How I started my eating disorder recovery journey
Looking back over the last three years, Isabel explains why November is an important time for her in her recovery.
Written by Isabel Schulte-Austum
Voices - Experiences
Young people share their personal experiences.
November is a strange time of the year. On the one hand it’s getting even colder, darker and rainier than usual but on the other hand it’s also the run up to Christmas which is synonymous with Christmas shopping, itchy jumpers, selections boxes, mulled wine, blankets, fluffy socks and hot chocolate in front of the fire. However, November has a particular significance for me because November is the month I started my recovery journey from an eating disorder.
I was in 6th year in secondary school at the time, the dreaded leaving cert year. Unfortunately, the stress of moving school coupled with academic pressure, my own perfectionism and past experiences had become too much and I developed anorexia. At the time, I didn’t recognise the thought patterns and behaviours as being an eating disorder. I only knew about eating disorders in abstract terms from SPHE class or the version often portrayed by the media. I didn’t know anyone who had one and I never thought that it was something that could or would happen to me.
It was that November that I realised I couldn’t continue down the path I was on. When people hear the word anorexia they almost always instantly think about weight. I want to highlight the fact that anorexia is not primarily about weight. This harmful stereotype often prevents people from feeling they can ask for help and even from getting help in the first place since in my experience services are weight focused. Anorexia is about not feeling good enough, being permanently cold, spending every waking moment obsessing about food (or even dreaming about it), hair falling out, never having energy no matter how much you sleep and being unable to concentrate no matter how hard you try.
I can clearly remember the day in November I decided to start fighting back against the voice in my head. I was sick of avoiding social situations involving food. It was coming up to another Christmas which I didn’t want to be dominated by arguments about food – the lies pretending I had already eaten, the constant fear around food and obsessive calorie counting, the need to exercise even when I was already exhausted and being cold even while wearing 3 jumpers. I came to understand that I am worth more than a number on the scale and I recognised that no matter how much weight I lost it would never be enough for anorexia. I started out by making a list of all the reasons why I wanted to recover from anorexia as motivation. I wanted to get my period back because I want to be able to have children in the future. I wanted to be able to eat cake at my next birthday. I wanted to be able to wear shorts and go swimming in the summer without being ashamed or self-conscious about my body and most of all I wanted to be able to go to university and be free from the rules that governed my every action.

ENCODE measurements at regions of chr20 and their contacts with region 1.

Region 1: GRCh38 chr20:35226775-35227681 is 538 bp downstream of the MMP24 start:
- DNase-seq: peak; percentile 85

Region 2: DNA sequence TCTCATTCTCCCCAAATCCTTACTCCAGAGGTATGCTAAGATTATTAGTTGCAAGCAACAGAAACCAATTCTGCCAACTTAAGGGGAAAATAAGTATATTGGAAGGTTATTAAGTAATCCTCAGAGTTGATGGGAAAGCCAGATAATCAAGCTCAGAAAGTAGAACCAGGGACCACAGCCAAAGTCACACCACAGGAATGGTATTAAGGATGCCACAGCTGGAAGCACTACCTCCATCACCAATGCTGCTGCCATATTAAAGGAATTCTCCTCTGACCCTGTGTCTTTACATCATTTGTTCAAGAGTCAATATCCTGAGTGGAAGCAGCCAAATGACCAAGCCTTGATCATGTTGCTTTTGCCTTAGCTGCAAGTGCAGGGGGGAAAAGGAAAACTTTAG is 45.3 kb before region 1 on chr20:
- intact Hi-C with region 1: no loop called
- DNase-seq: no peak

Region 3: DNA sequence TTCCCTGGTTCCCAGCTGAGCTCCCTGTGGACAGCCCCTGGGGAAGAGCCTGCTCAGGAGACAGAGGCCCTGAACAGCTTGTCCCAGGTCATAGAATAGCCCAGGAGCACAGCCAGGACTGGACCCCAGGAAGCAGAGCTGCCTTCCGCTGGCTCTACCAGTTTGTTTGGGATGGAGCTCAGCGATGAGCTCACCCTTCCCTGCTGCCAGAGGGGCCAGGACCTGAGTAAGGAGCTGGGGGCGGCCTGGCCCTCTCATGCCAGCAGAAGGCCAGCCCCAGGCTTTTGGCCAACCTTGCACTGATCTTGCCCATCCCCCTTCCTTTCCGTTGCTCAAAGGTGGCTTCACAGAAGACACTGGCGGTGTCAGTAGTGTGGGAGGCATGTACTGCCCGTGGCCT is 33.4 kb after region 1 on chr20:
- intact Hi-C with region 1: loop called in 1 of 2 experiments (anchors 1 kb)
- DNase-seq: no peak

I could never have guessed how difficult recovery would be, nor how long it would take. It has taken 3 years and more ups and downs than a rollercoaster in Thorpe Park but I have finally managed it and can proudly say that I am recovered and that I am living the university life I didn’t think possible. One thing I didn’t know at the time was that you don’t just choose recovery once, you choose it every single day until it’s no longer a question. Every meal time you have to remind yourself why you are doing this, you have to push through the fears, the doubts, the omnipresent guilt and the overbearing insecurities. Nobody tells you about the night sweats, the discomfort involved in restoring your weight or that bittersweet feeling of pride mixed with terror and regret as you bring yet another bag of clothes that no longer fit to the charity shop. Yes, you will have moments where you ask yourself if it’s all worth it. Yes, you will think that you were happier then, that life was better when you were ill. Your eating disorder is sneaky and will try and worm its way back into your life in the most unexpected of ways. You have to shut the door to it and move forward toward a healthier and ultimately happier life.
“Food is not the enemy, your eating disorder is” became one of my mantras as did “fat is not a feeling” that helped me through each day. I will admit that sometimes that voice in my head does scream at me, but I’ve learned to scream louder and if you have that same voice in your head. I hope this can prove to you that recovery is possible and that there is a life beyond an eating disorder.
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